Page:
Economist Cameron Bagrie 'doesn't favour' tax cuts after Prime Minister Jacinda Ardern didn't rule them out

A leading economist believes tax cuts aren't the way forward for New Zealand and wants to see adjusted tax brackets to match rising inflation. 

It comes after Prime Minister Jacinda Ardern said her party wouldn't follow National's idea of scrapping the top tax bracket of 39 percent - which Labour introduced. She also didn't rule out tax cuts at the 2023 election.

National plans to move the tax brackets up and ditch the 39 percent top tax rate for high-income earners and a slew of other taxes.

Ardern has previously called National's plan to remove the top tax bracket "irresponsible", while Finance Minister Grant Robertson said it was "crazy". 

The Prime Minister told AM on Monday Labour hasn't created its election policy on tax issues yet, so can't comment on it. 

Independent economist Cameron Bagrie told AM on Tuesday he "doesn't favour tax cuts" and would rather see investment in New Zealand's future.  

"If you gave me a choice between throwing a lot of money into the education sector and offering tax cuts, it's pretty much a no-brainer for me," Bagrie told AM co-host Ryan Bridge. 

"I would far rather that money gets put aside for education as an investment in New Zealand's economic future, 20 to 30 years down the track." 

Bagrie said if the Government was looking at tax assistance, he would rather they focus on "tax thievery". 

"Tax thievery is just that impact of inflation, the impact of higher wages that moves you up into higher tax brackets. That nets the Government an additional $500 million every year over a five-year forecast horizon," Bagrie explains. 

"They're about $2.5 billion better off just because they forced you up into a higher tax bracket and you are paying more. So forget about tax cuts, I think they're off the table, they're far too expensive.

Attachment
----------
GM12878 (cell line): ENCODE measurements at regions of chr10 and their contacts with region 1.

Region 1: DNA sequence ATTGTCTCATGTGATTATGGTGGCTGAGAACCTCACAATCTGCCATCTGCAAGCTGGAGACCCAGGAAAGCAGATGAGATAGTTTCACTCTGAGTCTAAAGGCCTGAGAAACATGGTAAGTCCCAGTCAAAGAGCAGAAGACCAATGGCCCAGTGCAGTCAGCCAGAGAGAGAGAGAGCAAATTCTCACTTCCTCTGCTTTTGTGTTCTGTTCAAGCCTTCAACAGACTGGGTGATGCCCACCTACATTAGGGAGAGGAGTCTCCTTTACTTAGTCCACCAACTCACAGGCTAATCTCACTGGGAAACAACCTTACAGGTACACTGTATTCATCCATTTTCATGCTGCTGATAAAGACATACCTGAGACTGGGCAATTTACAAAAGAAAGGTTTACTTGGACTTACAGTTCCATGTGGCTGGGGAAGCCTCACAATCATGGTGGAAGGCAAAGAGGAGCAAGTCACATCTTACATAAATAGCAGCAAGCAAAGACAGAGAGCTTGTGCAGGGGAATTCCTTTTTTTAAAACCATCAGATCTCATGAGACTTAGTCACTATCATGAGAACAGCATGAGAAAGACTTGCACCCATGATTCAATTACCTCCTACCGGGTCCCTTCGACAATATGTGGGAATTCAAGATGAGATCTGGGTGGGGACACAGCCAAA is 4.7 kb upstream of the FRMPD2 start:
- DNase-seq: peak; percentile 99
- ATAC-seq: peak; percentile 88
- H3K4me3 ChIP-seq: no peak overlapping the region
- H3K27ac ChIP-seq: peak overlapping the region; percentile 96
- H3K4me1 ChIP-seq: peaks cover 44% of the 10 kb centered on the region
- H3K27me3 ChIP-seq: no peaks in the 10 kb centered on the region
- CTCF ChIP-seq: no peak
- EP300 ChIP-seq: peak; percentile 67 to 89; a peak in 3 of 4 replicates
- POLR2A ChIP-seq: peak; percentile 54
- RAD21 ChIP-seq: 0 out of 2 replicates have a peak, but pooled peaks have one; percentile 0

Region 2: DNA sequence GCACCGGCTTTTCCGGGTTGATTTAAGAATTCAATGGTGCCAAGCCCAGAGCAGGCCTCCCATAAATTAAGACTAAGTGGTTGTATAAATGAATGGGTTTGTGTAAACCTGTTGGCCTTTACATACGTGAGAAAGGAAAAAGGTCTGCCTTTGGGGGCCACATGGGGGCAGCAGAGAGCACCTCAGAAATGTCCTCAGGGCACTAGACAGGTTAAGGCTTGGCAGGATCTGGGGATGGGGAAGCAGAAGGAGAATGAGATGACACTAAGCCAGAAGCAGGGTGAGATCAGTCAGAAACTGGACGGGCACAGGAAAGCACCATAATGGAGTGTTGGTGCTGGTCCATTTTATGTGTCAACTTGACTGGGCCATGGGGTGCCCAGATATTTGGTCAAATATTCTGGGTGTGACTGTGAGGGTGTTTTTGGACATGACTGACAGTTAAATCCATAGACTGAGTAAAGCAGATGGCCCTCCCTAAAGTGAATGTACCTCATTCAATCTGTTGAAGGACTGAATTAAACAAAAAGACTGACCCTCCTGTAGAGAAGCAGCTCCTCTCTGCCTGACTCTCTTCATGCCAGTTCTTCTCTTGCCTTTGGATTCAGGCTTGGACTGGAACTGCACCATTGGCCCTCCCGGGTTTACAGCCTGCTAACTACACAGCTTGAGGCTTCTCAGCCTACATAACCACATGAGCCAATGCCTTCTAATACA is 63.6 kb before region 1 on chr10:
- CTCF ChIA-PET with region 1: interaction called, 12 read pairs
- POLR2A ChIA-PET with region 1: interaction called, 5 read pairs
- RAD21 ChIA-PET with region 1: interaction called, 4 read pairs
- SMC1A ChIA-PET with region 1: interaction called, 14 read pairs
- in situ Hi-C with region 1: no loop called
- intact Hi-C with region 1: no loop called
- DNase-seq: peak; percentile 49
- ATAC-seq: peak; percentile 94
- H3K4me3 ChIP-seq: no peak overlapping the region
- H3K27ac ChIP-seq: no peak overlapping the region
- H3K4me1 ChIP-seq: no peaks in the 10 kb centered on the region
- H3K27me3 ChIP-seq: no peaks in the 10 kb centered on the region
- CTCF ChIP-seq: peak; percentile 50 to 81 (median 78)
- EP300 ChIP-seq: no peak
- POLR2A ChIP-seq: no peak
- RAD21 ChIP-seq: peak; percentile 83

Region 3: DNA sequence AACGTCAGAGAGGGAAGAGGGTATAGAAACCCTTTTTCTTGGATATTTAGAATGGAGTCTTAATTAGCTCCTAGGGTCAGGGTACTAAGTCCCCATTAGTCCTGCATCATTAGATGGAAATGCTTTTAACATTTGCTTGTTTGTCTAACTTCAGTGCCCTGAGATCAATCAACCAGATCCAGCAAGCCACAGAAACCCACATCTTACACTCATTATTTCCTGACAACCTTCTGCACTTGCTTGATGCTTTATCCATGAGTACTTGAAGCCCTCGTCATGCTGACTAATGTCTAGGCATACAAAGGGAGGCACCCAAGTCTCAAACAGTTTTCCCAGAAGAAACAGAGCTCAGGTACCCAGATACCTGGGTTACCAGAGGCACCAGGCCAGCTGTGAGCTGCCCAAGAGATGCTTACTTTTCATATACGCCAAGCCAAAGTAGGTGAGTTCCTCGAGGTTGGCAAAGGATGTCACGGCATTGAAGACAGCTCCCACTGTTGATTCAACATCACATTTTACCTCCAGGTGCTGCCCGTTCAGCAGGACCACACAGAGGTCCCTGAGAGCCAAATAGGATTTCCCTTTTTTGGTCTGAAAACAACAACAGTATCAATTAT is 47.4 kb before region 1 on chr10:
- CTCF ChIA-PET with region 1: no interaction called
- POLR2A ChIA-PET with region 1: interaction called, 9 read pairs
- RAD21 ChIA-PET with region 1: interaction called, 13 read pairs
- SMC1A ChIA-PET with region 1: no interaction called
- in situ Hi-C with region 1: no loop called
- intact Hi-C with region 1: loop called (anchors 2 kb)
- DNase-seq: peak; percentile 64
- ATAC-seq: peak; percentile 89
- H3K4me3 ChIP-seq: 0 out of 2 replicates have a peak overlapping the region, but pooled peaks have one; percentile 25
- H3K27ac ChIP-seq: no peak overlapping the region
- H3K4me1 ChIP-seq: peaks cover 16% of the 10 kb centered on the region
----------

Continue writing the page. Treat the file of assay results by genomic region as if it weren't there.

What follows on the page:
"We don't want to be inflaming inflation, but let's level the playing field in regards to stopping the thievery that's going on."

Cameron Bagrie said he "doesn't favour tax cuts".
Cameron Bagrie said he "doesn't favour tax cuts". Photo credit: AM

Bagrie said moving Kiwis up tax brackets is the "common sense" move. 

"I think that's the common sense strategy that we need going forward. You imagine someone at the moment that's got a pay increase of 5.5-6 percent, you've gone from $48,000 to $50,500-$51,000. You've just made an additional donation of about $300 to the Government." 

New Zealand is currently battling a cost of living crisis driven largely by skyrocketing inflation, which has risen to a whopping 7.3 percent as the country came out of the COVID-19 pandemic. 

Data from Statistics New Zealand shows inflation is now the highest it has been in three decades. The last time it went above 7 percent was in the June 1990 quarter when it hit 7.6 percent. 

As a result, the Reserve Bank of New Zealand hiked the Official Cash Rate (OCR) up several times in an effort to dampen spending and control inflation.

Watch the full interview with Cameron Bagrie above.